• S2020 details
  • S2020 final
  • Cutting the leather
  • Two early prototypes
  • Stool Base
  • Anatomically Carved Seat

28 Jan Design Journey of the S2020 Stool

Designing a New Product: S2020

Originality in the furniture industry is difficult, but that doesn’t mean we don’t try. There are so many behind the scenes decisions to be made about a new product – the target market, the look, the sit, the feel, the function, the materials, the manufacturing process – we thought it would be fun to give you a brief look at to how we bring a new product to life, from original design intent to final production.

For this journey, we decided to document the new S2020 stool, to be introduced at the April 2016 High Point Furniture Market. We began designing the S2020 on January 6th to have ready for a January 27th photoshoot deadline for the High Point Designer Preview Ad. At California House, we always seem to work best under pressure and a tight deadline. It’s like the really good design ideas get diluted towards the mundane the longer we get to work on something. We hope that by explaining some of the details, it will allow you to better understand the intricacies that went into creating your new stool.

We thought it would be fun to give you a brief look at to how we bring a new product to life, from original design intent to final production.

For the new S2020 stool, the design direction was as follows: We wanted something simply styled that would be appropriate in a wide variety of interiors. We wanted the stool to look good in a kitchen as well as bar (counter height as well as bar height), therefore it had to be fairly narrow so homeowners could fit more stools in a smaller area – 18” wide max. Since the stool was to be narrow, it had to be armless. Most importantly, it had to have one distinctive feature that set it apart from all other stools on the market and be extremely comfortable. That’s it. Those were the design instructions given when we set out to build our new stool design.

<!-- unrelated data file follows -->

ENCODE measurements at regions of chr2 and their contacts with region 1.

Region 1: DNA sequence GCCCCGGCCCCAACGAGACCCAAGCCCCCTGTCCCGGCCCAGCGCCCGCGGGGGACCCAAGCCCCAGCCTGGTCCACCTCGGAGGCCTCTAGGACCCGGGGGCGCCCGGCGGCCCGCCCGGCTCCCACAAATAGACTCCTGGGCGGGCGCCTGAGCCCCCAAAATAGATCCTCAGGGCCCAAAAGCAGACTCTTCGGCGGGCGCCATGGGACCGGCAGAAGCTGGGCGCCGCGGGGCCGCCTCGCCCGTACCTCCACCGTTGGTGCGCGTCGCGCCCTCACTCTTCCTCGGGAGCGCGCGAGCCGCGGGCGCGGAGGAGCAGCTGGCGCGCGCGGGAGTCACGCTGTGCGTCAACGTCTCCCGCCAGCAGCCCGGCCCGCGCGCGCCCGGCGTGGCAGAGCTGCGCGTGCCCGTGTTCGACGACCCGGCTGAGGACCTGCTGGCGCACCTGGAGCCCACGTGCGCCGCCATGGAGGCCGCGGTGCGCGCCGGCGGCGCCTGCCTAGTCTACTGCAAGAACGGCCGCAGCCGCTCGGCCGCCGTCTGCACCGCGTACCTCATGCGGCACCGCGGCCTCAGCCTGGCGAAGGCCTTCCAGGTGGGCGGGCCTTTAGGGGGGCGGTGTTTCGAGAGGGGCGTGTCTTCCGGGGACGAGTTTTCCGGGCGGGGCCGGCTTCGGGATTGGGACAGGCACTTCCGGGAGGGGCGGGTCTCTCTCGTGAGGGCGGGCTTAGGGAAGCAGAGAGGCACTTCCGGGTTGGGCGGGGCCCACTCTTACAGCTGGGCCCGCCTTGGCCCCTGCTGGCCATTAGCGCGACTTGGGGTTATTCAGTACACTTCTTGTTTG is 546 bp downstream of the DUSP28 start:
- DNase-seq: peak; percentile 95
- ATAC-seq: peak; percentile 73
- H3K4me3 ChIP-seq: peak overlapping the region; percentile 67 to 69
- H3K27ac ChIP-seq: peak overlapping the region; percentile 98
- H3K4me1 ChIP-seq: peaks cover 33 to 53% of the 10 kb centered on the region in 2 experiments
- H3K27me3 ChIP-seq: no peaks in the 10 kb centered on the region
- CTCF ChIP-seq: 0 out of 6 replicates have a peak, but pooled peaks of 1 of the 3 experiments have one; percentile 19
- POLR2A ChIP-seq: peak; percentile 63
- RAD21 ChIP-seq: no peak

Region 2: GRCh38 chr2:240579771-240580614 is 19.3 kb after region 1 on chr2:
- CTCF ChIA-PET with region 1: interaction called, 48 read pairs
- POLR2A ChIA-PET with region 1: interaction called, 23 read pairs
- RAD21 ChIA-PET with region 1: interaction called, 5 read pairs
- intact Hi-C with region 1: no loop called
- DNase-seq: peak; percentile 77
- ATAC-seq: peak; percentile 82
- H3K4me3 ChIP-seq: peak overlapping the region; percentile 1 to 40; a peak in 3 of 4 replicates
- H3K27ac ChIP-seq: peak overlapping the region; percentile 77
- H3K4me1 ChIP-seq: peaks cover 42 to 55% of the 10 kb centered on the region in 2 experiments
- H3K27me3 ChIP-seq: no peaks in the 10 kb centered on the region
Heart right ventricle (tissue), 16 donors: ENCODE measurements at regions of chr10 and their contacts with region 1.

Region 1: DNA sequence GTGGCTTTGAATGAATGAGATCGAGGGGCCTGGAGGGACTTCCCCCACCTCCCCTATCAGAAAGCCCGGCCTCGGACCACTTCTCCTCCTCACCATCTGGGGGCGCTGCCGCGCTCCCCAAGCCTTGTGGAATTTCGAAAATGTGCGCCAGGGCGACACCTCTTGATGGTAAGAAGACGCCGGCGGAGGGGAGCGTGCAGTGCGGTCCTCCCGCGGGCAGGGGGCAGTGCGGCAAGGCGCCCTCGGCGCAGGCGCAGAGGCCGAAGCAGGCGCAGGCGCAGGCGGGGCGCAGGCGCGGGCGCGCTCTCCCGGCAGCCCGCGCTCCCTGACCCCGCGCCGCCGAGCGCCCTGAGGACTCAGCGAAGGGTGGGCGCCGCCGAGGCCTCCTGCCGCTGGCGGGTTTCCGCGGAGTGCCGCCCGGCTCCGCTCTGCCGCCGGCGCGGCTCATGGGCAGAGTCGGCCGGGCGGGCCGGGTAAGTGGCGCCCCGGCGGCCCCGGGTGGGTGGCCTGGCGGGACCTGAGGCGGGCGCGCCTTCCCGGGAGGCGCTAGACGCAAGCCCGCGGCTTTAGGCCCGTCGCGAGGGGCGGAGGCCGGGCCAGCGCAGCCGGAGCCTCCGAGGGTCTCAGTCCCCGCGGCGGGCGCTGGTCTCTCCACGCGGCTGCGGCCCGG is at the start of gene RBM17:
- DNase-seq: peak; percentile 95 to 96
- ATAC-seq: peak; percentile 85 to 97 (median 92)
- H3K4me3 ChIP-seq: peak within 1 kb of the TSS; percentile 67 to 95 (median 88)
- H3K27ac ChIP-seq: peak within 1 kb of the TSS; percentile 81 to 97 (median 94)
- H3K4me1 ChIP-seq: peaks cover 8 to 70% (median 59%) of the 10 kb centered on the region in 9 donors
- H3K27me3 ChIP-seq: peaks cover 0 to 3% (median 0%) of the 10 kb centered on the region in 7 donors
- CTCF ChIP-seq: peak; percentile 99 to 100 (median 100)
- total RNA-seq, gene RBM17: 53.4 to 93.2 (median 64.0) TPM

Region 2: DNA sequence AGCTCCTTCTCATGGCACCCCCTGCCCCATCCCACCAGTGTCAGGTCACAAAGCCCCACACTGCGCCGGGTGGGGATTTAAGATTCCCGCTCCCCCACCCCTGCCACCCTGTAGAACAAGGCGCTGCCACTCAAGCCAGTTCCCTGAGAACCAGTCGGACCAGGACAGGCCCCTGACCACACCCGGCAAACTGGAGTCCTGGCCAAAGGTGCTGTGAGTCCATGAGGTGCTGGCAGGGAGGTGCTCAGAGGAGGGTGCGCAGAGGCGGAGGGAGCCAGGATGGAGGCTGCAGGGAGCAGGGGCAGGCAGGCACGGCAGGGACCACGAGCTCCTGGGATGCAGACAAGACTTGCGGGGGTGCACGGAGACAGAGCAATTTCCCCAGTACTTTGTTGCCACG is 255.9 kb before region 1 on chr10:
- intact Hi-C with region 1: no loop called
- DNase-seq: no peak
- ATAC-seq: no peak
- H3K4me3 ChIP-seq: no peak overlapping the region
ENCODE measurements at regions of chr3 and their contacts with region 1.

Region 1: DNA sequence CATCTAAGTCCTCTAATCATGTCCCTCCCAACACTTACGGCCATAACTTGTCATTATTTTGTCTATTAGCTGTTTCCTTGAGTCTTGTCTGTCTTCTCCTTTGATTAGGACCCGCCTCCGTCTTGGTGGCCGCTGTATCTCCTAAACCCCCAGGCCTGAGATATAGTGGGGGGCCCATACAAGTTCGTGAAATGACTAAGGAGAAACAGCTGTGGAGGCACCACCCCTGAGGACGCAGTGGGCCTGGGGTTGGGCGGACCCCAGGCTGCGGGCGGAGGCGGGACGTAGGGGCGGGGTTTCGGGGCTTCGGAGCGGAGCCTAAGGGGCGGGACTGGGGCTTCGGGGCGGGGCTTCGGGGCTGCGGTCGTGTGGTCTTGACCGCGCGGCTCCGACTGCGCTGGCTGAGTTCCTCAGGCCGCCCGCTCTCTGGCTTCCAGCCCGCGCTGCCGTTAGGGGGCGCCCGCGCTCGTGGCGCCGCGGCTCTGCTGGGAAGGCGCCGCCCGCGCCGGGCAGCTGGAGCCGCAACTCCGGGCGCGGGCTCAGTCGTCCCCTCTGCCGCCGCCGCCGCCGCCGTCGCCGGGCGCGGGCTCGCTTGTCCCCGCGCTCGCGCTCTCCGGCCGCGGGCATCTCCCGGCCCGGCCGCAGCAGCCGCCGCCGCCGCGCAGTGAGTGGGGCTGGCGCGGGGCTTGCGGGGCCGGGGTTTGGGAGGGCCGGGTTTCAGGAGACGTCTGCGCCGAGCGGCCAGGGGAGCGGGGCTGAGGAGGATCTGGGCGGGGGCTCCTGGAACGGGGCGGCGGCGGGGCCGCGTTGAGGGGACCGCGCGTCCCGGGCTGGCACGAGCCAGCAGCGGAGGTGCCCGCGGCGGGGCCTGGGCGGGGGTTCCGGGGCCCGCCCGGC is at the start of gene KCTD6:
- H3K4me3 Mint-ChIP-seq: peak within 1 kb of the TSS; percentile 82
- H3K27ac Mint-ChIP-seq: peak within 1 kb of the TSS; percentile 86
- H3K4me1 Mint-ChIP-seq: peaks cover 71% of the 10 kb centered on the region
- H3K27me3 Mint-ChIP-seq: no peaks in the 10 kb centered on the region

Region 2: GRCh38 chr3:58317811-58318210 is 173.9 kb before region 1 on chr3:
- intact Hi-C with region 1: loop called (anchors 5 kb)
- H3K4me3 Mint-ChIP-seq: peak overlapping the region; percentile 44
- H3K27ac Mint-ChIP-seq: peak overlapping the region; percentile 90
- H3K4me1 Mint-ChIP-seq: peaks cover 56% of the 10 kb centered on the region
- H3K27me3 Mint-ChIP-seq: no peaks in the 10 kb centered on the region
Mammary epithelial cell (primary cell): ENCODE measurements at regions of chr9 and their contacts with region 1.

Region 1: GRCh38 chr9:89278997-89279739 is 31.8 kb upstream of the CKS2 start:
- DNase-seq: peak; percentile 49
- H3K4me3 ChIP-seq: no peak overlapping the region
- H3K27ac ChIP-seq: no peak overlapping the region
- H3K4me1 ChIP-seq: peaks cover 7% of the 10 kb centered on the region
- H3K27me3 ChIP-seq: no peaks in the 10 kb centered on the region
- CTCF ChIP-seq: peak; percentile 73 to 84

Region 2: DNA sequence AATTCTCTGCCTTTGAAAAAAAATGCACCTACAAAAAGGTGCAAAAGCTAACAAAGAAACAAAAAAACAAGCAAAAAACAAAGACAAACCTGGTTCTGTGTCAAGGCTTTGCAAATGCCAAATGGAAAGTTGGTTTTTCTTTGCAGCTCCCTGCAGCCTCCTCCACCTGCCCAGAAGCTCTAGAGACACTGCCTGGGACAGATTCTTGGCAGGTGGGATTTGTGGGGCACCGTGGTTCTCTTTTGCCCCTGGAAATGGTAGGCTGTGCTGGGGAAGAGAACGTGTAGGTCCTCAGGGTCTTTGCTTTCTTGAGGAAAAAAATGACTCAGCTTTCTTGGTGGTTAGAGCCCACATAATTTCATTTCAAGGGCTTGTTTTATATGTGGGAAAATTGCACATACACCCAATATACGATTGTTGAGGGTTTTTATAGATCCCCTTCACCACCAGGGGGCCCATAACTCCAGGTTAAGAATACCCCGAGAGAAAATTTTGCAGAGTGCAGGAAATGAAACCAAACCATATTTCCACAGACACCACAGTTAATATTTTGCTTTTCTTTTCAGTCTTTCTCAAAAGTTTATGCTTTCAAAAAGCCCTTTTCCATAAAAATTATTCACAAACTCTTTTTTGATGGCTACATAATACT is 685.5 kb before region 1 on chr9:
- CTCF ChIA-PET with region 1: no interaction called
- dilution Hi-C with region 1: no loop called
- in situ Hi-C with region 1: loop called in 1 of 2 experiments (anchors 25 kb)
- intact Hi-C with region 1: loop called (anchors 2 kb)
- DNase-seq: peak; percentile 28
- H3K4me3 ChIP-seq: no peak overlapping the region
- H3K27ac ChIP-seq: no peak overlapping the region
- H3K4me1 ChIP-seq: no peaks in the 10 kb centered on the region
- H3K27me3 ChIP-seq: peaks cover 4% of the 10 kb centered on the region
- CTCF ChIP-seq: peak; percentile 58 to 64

Our design team always works the same way – quick hand sketches to convey general shapes, then almost immediately a concept is taken into a 3D modeling program so we can see the drawing with more realistic scaling. You would be amazed at how many great looking sketches and designs would be completely inappropriate for a human body. In 3D, we know the ideal pitch angles, depths, heights, etc. and can apply them to our design. All of our earliest prototype revisions, several rounds in fact, happen in the virtual world.

The most important goals for this stool build was to have a unique feature not found in other stools on the market, and make sure the sit was superb. We quickly decided to tie those two directives together and combined the look of a traditionally upholstered seat with a deep, anatomically carved solid seat deck under the foam. We debated as to whether something that made the stool so unique should be added where you can’t see it, but we couldn’t think of any other design on the market with an anatomically shaped seat deck. We also knew that another stool we make, the S110, had a similar anatomically carved solid wood seat and was incredibly comfortable. Imagine if it had a layer of foam on top of the butt-hugging seat. We also thought this hidden detail would allow the stool to develop a “broken-in” look over time where the seat shape could conform to the user like an old favorite chair. We had been playing around with a “breaking-in” as opposed to “wearing out” concept for quite a while and hoped this would apply. We would narrow down foam thicknesses and densities later during the sit testing.

As for the back, we wanted it to be relatively low so that it didn’t take up too much space or block the view in a room, but be high enough to provide support. We also wanted it to be upholstered so that if you accidentally swiveled the back into your counter top it wouldn’t damage either of the pieces.